While most people assume that their body composition will only change based on their diet and exercise habits, sleep is a key contributor to maintaining a healthy body composition. The body’s metabolic processes do not stop just because someone is asleep. Therefore, it is important for people of all ages to understand the impact of sleep.

Sleep and Growth Hormone: Important in Children

Growth, in all ages, is primarily controlled by growth hormone. This hormone is regulated by the relationship between the hypothalamus and the pituitary gland, in which sleep plays an important role.

A review article that was published in Comprehensive Physiology showed that:

  • Growth hormone levels peak during the onset of deep sleep

  • Multiple smaller peaks were observed during other stages of sleep

  • who have a delay in the onset of deep sleep have delayed peaks in their growth hormone levels

It has long been known that growth hormone levels peak during sleep. For children to grow, they need to have proper levels of growth hormone. This means that children need to have the proper amounts of sleep.

Even in preschool-aged children, sleep is vital for proper body composition. A research study that was published in Obesity measured the body composition of preschool-aged children at the onset of the study and at follow-up one year later. The researchers found that increased levels of sleep resulted in less overall fat mass and therefore a reduced percentage of body fat.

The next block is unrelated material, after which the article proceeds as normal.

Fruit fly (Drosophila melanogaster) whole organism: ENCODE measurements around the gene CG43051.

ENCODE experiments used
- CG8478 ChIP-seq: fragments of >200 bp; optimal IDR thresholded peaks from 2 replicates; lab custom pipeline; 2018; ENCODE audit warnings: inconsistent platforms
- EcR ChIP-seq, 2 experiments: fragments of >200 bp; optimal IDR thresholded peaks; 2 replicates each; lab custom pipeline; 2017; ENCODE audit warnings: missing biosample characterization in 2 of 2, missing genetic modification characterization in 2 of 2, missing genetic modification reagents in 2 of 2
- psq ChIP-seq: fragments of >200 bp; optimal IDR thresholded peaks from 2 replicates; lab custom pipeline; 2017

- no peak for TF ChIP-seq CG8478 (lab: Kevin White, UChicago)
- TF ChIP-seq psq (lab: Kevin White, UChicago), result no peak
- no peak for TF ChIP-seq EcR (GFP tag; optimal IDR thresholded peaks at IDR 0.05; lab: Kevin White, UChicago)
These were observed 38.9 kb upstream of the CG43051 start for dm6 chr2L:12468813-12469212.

Even though some people associate sleep with laziness and increased adiposity, sleep in children is necessary for a healthy body composition. Children need to make sure that they are getting the proper amounts of sleep to allow their bodies to grow.

Sleep and Muscle Strength in Children

Sleep also plays an important role in muscle building in children. Even though children will build muscle as they run and play, most overlook the importance that sleep plays on muscle hypertrophy and strength.

A study published in the Journal of Sleep Research performed a cross-sectional study examining the sleep habits of close to 1,000 adolescents through a questionnaire. The researchers found that sleep was inversely related to markers of obesity, such as waist circumference, and positively related to skeletal muscle mass in boys.

Interestingly, the adolescents that had the most sleep were affected similarly to those with the least sleep. Both groups showed that waist circumference significantly increased, indicating that both too little and too much sleep can negatively impact body composition.